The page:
CO2 condensation is a serious limit to the deglaciation of Earth-like planets

It is widely believed that the carbonate-silicate cycle is the main agent to trigger deglaciations (through volcanism) by CO2 greenhouse warming on Earth and on Earth-like planets when they get in frozen state.

Using a 3D Global Climate Model, I explored the ability of frozen planets to escape from glaciation by accumulating enough gaseous CO2.

Artist view of the Earth in a global glaciation state, also called 'hard Snowball Earth'. It is assumed here that the poles of the planet are so cold that the CO2 in the atmosphere has condensed, forming permanent dry ice polar caps. Credit: M. Turbet and N. Chaniaud.

I found that Earth-like planets may never be able to escape from glaciation if they orbit at a distance ~30% larger than the Earth does around the Sun, because CO2 would condense at the poles forming permanent CO2 ice caps. This limits the amount of CO2 in the atmosphere and thus its greenhouse effect.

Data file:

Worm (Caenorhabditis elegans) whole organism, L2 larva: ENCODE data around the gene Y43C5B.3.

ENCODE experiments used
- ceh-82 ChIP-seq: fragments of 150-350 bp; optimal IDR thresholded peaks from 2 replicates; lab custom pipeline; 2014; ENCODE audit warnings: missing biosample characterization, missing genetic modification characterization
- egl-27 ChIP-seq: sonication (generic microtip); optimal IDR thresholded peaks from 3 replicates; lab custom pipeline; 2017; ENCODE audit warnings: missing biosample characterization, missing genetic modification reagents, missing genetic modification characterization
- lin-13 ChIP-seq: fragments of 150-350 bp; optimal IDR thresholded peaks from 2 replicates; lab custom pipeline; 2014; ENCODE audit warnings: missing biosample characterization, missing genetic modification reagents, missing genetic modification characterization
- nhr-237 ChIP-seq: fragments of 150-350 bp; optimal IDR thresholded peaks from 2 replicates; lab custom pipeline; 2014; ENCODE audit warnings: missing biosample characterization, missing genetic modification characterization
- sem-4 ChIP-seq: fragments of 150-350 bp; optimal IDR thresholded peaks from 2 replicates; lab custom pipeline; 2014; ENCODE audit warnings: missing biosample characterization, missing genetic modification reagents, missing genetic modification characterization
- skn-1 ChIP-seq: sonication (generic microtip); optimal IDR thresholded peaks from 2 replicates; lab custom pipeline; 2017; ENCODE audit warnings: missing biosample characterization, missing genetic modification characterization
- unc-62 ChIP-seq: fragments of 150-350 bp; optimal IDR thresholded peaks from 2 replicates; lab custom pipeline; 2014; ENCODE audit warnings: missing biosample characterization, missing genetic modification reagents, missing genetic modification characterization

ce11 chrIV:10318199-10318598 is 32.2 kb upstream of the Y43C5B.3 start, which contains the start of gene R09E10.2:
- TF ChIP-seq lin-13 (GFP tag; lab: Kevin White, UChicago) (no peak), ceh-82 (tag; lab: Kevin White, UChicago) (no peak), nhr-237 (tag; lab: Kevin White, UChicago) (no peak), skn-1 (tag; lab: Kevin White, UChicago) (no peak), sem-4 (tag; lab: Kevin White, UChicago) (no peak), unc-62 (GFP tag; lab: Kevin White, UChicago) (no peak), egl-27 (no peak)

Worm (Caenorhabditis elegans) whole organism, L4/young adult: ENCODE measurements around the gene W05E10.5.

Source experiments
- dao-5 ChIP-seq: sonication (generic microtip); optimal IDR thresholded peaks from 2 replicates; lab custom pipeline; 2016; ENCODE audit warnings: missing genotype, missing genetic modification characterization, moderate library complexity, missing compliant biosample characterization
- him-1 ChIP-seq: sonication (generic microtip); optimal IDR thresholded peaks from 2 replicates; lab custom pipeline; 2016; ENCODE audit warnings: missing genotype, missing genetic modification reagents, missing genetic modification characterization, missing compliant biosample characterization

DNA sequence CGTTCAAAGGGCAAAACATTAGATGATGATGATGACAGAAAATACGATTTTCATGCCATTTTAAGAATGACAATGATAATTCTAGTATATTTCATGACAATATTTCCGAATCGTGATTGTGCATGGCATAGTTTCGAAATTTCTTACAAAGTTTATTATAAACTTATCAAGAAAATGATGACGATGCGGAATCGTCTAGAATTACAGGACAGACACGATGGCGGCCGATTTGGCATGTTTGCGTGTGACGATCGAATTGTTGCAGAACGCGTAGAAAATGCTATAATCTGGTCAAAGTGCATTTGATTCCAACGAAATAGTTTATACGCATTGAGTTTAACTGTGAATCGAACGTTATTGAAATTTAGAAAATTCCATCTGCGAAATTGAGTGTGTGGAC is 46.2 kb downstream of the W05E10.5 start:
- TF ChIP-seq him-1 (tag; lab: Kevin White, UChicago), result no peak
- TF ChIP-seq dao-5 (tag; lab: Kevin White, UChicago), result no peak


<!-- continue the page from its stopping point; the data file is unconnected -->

I also show that the amount of CO2 that can be trapped in the polar caps depends on the efficiency of CO2 ice to flow laterally as well as its gravitational stability relative to subsurface water ice. In particular, for planets with a significant surface water content like the Earth, CO2 ice deposits should be gravitationnally unstable and get burried beneath the water ice cover in few centuries. This would considerably increase the amount of CO2 trapped and further reduce the probability of deglaciation.
By Martin Turbet | Design by Andreas Viklund | Inspired by Aymeric Spiga